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USAF successfully flight tests battlespace information solution on AC-130 Gunship

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Rockwell Collins
: 06 November, 2008  (New Product)
The U.S. Air Force's AC-130 Gunship fleet recently reached an important milestone with the successful first flight of a modified AC-130 that provides the platform with unprecedented access to battlespace information.
The upgrade features the Rockwell Collins Data Link Processor (DLP) and OpenEdge™ net-enablement software hosted on an Integrated Processing Cabinet (IPC 8303) to provide seamless integration of Link 16 and Cursor on Target (CoT) functionality.

Rockwell Collins supplies the data and display processing systems to BAE Systems, who will integrate the Link 16 capabilities onto the platform. Twenty-five aircraft are planned to be modified under a Flexible Acquisition and Sustainment Tool (FAST) prime contract from Lockheed Martin.

'This low-cost solution makes use of Rockwell Collins' Modular Open Systems Approach (MOSA) for simple and seamless integration on the AC-130 that will greatly enhance the warfighter's situational awareness,' said Phil Jasper, vice president and general manager of Mobility and Rotary Wing Solutions for Rockwell Collins.

With this modification, AC-130 aircraft can exchange critical battlespace information with ground and airborne participants. In particular, it will provide locations of friendly and enemy aircraft, ships and ground forces, allowing the AC-130 to take on a mission commander role. The upgraded AC-130 aircraft uses Link 16 to provide real-time, jam-resistant secure transfer of combat data, voice and relative navigation information over widely dispersed battle elements. Blended with existing Gunship display systems, users gain a significant improvement in situational awareness by exchanging data over a common communications link that is continuously and automatically updated in real time. Each participant in the communications link is able to electronically see the battlespace, including assigned targets, threats and imagery.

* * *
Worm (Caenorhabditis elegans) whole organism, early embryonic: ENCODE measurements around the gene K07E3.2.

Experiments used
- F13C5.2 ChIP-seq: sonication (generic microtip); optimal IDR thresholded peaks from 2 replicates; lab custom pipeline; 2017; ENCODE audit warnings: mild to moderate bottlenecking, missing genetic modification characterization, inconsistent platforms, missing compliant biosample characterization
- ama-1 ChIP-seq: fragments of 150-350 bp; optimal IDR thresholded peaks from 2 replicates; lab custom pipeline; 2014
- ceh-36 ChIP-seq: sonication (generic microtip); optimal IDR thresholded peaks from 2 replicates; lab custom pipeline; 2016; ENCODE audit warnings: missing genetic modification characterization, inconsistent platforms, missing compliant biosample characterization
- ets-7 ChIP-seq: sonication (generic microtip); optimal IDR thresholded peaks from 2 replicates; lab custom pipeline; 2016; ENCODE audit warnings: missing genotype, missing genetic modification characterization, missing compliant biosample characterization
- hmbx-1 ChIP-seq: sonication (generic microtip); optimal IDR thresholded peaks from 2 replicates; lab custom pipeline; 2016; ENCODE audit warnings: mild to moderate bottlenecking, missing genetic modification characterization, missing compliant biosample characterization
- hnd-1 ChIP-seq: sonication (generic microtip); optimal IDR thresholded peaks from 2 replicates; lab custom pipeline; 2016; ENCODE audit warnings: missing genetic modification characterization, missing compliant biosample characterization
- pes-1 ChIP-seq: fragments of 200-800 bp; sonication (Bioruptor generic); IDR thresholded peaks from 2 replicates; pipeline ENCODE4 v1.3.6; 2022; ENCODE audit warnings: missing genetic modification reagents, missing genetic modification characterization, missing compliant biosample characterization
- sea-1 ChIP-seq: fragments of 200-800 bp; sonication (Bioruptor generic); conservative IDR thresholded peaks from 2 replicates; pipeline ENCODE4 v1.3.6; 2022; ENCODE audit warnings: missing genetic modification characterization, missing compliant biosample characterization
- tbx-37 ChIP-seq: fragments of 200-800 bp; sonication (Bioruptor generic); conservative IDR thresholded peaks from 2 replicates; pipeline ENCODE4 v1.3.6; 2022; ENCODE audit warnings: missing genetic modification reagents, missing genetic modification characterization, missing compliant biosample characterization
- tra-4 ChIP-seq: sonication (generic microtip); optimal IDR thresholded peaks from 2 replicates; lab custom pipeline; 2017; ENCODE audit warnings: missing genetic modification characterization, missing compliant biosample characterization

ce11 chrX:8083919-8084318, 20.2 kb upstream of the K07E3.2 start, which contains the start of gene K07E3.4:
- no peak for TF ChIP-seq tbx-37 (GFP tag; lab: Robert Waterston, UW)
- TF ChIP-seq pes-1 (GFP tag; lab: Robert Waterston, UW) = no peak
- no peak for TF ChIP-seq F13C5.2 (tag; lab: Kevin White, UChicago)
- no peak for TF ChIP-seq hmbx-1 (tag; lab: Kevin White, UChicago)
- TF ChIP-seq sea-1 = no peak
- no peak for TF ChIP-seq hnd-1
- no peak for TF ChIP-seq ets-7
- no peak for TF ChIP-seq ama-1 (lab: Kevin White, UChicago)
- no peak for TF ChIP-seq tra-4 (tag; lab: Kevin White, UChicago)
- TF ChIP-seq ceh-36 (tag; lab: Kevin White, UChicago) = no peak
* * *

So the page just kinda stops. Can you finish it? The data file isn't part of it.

The Air Force's 46th Test Squadron at Eglin Air Force Base conducted an initial flight test. The Rockwell Collins solution demonstrated Link 16 messaging between an AC-130, a ground station at Hurlburt airfield, a System Integration Lab (SIL) at Eglin Air Force Base and an F-16 aircraft, using terrestrial and airborne networks.
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